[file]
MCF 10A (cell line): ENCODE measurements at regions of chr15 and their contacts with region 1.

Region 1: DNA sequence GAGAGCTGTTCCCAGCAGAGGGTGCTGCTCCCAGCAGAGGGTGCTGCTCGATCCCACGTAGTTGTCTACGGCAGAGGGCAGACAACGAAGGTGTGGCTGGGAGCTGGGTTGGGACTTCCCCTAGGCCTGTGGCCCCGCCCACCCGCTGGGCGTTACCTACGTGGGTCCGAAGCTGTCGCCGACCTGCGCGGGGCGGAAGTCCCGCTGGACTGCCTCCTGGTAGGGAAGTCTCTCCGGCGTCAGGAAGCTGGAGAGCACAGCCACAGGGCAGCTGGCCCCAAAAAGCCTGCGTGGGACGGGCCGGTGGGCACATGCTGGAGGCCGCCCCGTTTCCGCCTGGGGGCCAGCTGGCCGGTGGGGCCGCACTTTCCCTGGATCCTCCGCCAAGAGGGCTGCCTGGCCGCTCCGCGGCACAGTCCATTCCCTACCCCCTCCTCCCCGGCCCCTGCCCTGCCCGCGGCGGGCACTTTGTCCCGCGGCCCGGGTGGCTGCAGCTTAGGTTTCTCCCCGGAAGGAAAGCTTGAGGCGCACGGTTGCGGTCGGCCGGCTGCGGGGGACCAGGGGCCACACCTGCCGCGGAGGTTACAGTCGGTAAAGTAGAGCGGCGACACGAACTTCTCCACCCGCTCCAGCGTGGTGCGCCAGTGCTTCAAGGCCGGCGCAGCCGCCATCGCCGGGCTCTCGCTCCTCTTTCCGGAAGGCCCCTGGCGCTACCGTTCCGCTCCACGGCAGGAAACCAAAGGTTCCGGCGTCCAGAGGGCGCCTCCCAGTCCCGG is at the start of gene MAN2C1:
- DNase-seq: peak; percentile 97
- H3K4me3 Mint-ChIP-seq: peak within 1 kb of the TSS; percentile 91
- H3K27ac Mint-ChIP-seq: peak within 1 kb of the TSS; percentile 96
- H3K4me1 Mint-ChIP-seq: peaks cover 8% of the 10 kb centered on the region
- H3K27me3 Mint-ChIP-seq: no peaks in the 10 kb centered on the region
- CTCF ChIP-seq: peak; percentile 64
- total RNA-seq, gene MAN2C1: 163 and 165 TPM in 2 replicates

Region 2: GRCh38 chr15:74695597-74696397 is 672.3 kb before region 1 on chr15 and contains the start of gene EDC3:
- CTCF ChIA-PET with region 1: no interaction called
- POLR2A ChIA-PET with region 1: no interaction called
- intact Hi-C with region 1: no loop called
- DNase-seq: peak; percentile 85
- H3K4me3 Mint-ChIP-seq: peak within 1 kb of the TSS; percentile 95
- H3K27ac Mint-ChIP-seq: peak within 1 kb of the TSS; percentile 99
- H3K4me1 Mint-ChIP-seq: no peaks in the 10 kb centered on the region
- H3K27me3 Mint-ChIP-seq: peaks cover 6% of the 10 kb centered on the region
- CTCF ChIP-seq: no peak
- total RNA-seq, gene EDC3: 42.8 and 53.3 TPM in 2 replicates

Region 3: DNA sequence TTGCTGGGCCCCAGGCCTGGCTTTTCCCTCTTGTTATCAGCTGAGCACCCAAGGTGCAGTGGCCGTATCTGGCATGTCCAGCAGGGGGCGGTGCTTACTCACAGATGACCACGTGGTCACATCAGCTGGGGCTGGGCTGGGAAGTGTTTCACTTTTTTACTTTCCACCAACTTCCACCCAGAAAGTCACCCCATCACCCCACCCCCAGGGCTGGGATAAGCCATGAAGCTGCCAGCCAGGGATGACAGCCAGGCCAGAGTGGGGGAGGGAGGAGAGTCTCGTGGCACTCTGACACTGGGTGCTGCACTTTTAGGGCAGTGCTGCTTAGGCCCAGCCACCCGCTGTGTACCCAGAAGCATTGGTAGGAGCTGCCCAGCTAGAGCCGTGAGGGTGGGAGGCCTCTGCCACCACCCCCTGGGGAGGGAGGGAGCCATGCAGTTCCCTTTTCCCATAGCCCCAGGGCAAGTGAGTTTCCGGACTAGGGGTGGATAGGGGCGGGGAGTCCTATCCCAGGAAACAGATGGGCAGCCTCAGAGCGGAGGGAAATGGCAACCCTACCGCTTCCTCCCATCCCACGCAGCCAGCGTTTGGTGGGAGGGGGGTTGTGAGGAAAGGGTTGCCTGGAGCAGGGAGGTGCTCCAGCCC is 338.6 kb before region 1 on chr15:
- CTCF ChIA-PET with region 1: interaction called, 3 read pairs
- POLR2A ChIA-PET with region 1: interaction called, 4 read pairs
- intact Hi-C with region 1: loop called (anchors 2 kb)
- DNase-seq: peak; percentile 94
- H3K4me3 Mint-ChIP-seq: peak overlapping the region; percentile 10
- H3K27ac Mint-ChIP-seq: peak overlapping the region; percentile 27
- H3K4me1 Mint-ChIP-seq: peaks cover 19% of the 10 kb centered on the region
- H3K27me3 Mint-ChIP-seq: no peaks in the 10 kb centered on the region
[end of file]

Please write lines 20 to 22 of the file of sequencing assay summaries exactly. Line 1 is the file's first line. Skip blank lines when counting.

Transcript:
- total RNA-seq, gene EDC3: 42.8 and 53.3 TPM in 2 replicates

Region 3: DNA sequence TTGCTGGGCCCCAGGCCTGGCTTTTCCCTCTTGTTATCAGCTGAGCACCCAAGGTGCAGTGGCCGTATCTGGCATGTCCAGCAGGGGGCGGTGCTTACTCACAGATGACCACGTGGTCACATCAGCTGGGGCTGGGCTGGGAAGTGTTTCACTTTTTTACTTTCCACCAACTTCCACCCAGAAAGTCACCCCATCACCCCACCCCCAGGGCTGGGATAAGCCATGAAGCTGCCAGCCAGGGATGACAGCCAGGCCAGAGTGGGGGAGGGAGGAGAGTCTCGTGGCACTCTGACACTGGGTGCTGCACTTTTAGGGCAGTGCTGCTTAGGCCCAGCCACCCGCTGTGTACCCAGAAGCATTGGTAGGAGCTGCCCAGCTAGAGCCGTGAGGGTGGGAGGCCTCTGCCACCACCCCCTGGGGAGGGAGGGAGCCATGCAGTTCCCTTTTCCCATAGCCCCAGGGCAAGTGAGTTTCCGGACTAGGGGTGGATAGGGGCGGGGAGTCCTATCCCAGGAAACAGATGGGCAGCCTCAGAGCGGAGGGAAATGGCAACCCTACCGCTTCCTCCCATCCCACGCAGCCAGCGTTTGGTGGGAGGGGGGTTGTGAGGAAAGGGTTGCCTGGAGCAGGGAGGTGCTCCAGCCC is 338.6 kb before region 1 on chr15:
- CTCF ChIA-PET with region 1: interaction called, 3 read pairs